Often, managers are thrust into leadership positions and given little or no formal training. Many are so busy simply trying to gather their bearings that strategic-leadership training is often the last thing on their minds. As a result, new managers are frequently left to learn on their own. To help fill this void, we’ve developed a list of the must-have strengths of strategic leaders.
1) Be Able To Anticipate What Is Coming
Having the ability to anticipate what the future holds is a key skill that sets strategic leaders apart. Thankfully, learning to anticipate the future doesn’t take a crystal ball. You can refine and develop this skill with practice and by learning to work through all the potential outcomes when you are faced with a tough decision. As you hone your strategic thinking skills, it will become easier to see the potential consequences of the decisions you need to make. This will help you as you and your team start to make plans for 3 months, 6 months, or a year or more down the road.
2) Have The Courage To Do The Unpopular
In 1997, Steve Jobs cut Apple’s product line by 70 percent. This drastic reduction in the company’s product portfolio led to Apple having to lay off around 3,000 employees. It’s no exaggeration to say that Jobs was a pretty unpopular person around Cupertino at that time. However, his ability to do what was unpopular, but necessary, led to Apple focusing on just a few core products—which ultimately led them to create revolutionary products like the iPhone, iPod, and iPad.
3) Learn From The Past
“The wizard of Menlo Park,” aka Thomas Edison, is known as one of the greatest inventors of the modern era. Edison is famous for inventing the incandescent light bulb. He is also famously quoted for talking about his so-called failures in a positive light. He said, “I have not failed 10,000 times. I have not failed once. I have succeeded in proving that those 10,000 ways will not work. When I have eliminated the ways that will not work, I will find the way that will work.”
Edison’s ability to learn from the past led him to acquire over 1,000 patents, and he held the record for the most patents filed until 2003 (more than 80 years after his death), when he was surpassed by the Japanese inventor Shunpei Yamazaki.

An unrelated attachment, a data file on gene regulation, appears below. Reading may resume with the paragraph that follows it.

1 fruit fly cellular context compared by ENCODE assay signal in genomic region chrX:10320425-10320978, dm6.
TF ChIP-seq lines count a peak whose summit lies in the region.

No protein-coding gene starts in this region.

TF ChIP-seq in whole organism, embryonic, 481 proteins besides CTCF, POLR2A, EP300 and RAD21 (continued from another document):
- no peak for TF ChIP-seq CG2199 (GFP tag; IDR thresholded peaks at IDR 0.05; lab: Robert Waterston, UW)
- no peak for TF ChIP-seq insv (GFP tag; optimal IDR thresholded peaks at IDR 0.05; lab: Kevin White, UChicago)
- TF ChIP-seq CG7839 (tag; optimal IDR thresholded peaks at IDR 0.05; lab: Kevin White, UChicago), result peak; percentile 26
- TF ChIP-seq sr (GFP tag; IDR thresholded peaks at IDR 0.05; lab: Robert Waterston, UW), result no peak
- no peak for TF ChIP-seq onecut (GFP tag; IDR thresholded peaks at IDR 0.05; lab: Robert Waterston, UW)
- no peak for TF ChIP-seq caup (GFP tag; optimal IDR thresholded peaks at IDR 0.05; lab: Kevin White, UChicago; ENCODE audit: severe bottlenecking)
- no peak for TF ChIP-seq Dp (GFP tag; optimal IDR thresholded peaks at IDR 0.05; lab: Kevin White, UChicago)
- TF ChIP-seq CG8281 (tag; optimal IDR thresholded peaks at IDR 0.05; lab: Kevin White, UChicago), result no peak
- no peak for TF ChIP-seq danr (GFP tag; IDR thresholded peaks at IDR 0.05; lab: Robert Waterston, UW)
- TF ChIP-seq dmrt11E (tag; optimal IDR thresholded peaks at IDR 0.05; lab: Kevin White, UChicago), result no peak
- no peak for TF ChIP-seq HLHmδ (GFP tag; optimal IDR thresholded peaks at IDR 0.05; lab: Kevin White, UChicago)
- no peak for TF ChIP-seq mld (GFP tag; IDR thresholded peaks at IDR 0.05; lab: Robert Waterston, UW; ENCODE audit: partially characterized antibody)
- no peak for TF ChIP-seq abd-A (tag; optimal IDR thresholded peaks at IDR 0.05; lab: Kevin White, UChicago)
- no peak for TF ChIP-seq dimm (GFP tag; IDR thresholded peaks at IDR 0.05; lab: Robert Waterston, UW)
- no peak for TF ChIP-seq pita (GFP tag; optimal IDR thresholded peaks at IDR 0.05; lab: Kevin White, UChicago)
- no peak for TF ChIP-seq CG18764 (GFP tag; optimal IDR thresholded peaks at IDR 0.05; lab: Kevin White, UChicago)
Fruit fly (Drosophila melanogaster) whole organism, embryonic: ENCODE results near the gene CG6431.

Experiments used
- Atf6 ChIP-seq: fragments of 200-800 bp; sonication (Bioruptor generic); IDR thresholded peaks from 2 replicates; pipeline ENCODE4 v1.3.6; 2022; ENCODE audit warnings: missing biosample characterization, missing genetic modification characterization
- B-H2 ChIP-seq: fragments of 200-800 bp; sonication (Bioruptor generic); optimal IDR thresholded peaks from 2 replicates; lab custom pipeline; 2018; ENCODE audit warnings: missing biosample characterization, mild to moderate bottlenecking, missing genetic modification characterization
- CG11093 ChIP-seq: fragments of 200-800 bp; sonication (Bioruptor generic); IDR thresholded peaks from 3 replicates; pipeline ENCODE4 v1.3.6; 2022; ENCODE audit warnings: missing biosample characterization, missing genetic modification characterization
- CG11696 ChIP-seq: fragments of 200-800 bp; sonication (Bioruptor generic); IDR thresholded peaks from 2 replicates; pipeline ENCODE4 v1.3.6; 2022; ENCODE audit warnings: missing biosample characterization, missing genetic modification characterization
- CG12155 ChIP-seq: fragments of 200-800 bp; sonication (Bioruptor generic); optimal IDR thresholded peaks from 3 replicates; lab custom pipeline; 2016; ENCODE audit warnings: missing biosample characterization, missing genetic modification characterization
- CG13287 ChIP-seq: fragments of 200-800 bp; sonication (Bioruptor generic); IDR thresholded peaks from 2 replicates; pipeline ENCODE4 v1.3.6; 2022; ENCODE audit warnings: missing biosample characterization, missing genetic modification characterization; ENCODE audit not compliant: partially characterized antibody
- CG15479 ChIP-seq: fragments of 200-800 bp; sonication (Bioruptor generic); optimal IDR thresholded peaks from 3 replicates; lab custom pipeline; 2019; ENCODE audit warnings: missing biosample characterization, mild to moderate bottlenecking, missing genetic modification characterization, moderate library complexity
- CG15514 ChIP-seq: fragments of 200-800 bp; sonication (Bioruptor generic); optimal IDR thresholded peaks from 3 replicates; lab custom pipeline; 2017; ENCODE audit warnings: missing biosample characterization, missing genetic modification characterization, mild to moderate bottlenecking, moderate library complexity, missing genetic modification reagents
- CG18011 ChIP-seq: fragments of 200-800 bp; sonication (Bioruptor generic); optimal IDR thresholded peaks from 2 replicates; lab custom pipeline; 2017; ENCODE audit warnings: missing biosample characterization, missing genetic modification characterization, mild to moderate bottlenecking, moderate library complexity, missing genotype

4) Have The Ability To Challenge Yourself And Your Team
In psychology, there is a phenomenon called “The Pygmalion Effect,” which says that people live up to, or down to, the expectations of their supervisors. What this means is that if you believe that your team members will fail at a project, they probably will. However, the converse is also true: if you believe that your team members will succeed, they probably will.
The self-fulfilling prophecy also called “The Galatea Effect” is another powerful phenomenon. It has to do with how much a person believes in him or herself. It’s important for strategic leaders to help their employees challenge the beliefs they hold about themselves and their abilities, as well as to help them grow.
5) See An Opportunity And Seize It
Strategic leaders see opportunities and seize them. In the late 1800s and early 1900s, Henry Ford saw an opportunity and seized it. He’s famous (among other things) for saying, “If I had asked people for what they wanted, they would have said ‘faster horses.’” Ford could see the coming necessity of automobiles, something that many others couldn’t see, and he also saw how he could make an impact on the way we look at the world—and on the way we travel through it.
6) Be A Dreamer
When did following your dream become taboo? When Walt Disney had a dream of becoming a cartoonist, he enrolled in weekend classes at the Kansas City Art Institute as well as McKinley High School, where he became the cartoonist for the school newspaper. He would go on to start Disney Studios and create Mickey Mouse, one of the world’s best-known characters. Disney’s dream of becoming a great cartoonist changed the cartoon, animation, amusement-park, and television industries forever.
7) Be an Influencer
Lastly, strategic leaders are influential and able to persuade people to follow them and believe in what they’re doing. Disney, Jobs, Ford, and Edison wouldn’t have gotten very far if the people around them hadn’t believed in what they were doing. Accomplishing your goals and taking your team to the next level depends largely on the people around you. Alexander the Great is quoted as saying, “An army of sheep led by a lion is better than an army of lions led by a sheep.” We would say, why not have an army of lions led by a lion? Your kingdom in the jungle awaits.
CMOE’s Design Team is comprised of individuals with diverse and complementary strengths, talents, education, and experience who have come together to bring a unique service to CMOE’s clients. Our team has a rich depth of knowledge, holding advanced degrees in areas such as business management, psychology, communication, human resource management, organizational development, and sociology.
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